GENTLE GIANT: "His charisma and delivery made up for any shortcomings."
In Remembering Peter Tosh (Ian Randle Publishers), a nostalgic anthology of tributes, compiled and edited by Ceil Tulloch, loyalists and former acquaintances of the legendary Jamaican musician reflect on aspects of his multi-dimensional life (from the stage to the kitchen) and make a persuasive case for his place in music history. Herewith, a sampling of their testimonials:
"Peter was the one who really launched Sly & Robbie as a unit on stage, so people could really see what we did inside the studio on stage. And I thank him very much for that. This was the time when Robbie and I started shaping ourselves into the perfect unit. The thing that I admired most about working with Peter was his giving us the freedom to play as we saw fit. He never once dictated to us how we should perform. At nighttime, Robbie and I used to sit in a room and discuss ways we could improve our performance from the previous night by doing different things." -- Lowell 'Sly' Dunbar, Grammy Award-winning musician
"Except for his struggles with the Jamaican authorities over the use of ganja, I believe that Peter was really loved by his fellow citizens. People who knew Peter and understood his work all loved him. There is an expression [that goes], 'A king is not a king in his own country until he goes out and conquers.' So while Jamaicans loved Peter, he was not fully accepted by them until he had made a name for himself internationally like Bob Marley had done." -- George 'Fully' Fullwood, ace guitarist and Soul Syndicate founder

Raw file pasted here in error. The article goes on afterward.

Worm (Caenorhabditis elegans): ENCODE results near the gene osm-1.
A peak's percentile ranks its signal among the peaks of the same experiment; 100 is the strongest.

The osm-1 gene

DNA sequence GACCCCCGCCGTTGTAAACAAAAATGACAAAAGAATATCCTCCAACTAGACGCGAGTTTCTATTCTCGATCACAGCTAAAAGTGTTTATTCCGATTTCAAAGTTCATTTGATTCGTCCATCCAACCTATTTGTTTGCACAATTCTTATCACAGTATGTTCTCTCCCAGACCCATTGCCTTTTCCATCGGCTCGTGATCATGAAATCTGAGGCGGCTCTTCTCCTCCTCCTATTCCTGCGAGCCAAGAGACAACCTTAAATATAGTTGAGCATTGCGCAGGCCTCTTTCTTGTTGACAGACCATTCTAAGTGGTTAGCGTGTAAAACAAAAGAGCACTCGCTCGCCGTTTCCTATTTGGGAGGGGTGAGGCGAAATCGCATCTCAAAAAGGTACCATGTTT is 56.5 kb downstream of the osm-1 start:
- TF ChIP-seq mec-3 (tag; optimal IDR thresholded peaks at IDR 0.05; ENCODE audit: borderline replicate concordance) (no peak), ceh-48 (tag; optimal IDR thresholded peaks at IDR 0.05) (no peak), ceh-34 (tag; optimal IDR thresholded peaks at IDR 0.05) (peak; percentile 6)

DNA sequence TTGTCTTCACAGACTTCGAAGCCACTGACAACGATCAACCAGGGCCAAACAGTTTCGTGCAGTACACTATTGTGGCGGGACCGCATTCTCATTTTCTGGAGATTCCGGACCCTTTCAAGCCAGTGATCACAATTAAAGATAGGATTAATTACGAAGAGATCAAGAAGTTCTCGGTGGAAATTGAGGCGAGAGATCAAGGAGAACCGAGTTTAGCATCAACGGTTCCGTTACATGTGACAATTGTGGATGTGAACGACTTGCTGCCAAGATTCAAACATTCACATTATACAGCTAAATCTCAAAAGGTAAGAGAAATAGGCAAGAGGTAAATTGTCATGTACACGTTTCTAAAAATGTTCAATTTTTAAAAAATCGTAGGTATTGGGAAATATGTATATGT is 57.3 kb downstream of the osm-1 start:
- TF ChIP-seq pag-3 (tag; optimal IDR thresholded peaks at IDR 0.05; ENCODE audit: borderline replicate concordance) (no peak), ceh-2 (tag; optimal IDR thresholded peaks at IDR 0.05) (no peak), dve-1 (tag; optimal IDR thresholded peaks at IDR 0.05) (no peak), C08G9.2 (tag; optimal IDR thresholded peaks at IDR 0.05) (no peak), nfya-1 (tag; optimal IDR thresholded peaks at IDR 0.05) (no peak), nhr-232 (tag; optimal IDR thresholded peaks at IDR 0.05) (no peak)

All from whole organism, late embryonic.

"One of the things that we had in common socially was our appreciation of spicy food. Bush (as Tosh was affectionately called) not only enjoyed a good meal, he was also quite adept at cooking. Actually, he was an excellent cook! I believe that his culinary skills were a result of his upbringing in Trench Town....Bush would make an excellent soup, but if you do not like hot food, you would be in trouble because he prepared his meals very spicy." -- Dennis Thompson, studio and live engineer par excellence
"Peter was a mystic and developed a Creation theology, which was reflected in his finest piece of reggae music called "Creation"....Peter must be understood as an integral part of the Caribbean theologians' struggle for a theology of exploration and transformation, in which the goal is to make the unconscious become conscious....He helped to raise Caribbean theology to a new level of consciousness, when he began to explore the depths of Caribbean music with a penetrative and perceptive vision." -- Reverend Canon Ernle Gordon
"Peter was a lightning rod for the music, politics and culture of the Third World, and his charisma and delivery made up for any shortcomings he had musically. His approach to music and writing was inexorably tied up into the message he was delivering. It is impossible to separate them. Peter would take simple ideas and then turn them into rhythmic calls to action. The listener couldn't resist either the music track, or the message." -- David Wingate, former Columbia Records product manager
>> More: Read "Soul Rebel," TALLAWAH's review of the new book